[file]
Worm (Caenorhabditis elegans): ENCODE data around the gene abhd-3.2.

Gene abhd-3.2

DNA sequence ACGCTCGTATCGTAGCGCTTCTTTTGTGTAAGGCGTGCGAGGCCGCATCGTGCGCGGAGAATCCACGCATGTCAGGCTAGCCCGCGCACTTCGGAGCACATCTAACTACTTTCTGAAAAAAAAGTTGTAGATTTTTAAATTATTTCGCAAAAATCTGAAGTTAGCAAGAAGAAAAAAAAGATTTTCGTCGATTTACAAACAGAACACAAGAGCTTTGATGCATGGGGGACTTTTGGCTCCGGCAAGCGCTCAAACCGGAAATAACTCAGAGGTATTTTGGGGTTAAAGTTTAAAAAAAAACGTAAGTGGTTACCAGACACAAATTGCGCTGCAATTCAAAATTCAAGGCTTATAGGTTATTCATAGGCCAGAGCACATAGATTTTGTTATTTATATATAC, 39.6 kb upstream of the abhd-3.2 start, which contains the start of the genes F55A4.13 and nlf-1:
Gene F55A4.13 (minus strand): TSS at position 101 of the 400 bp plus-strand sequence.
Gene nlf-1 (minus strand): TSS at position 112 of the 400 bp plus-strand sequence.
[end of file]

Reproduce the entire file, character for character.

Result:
Worm (Caenorhabditis elegans): ENCODE data around the gene abhd-3.2.

Gene abhd-3.2

DNA sequence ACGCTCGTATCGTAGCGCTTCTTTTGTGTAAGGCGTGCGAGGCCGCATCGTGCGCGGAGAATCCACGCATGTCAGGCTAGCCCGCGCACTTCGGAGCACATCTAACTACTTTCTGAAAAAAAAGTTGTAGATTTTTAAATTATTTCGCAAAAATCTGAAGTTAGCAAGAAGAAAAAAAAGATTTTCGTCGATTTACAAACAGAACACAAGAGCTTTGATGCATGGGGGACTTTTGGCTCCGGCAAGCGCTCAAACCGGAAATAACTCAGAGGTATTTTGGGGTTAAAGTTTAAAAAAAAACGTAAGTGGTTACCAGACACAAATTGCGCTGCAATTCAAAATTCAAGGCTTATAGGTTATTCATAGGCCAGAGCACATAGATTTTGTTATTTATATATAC, 39.6 kb upstream of the abhd-3.2 start, which contains the start of the genes F55A4.13 and nlf-1:
Gene F55A4.13 (minus strand): TSS at position 101 of the 400 bp plus-strand sequence.
Gene nlf-1 (minus strand): TSS at position 112 of the 400 bp plus-strand sequence.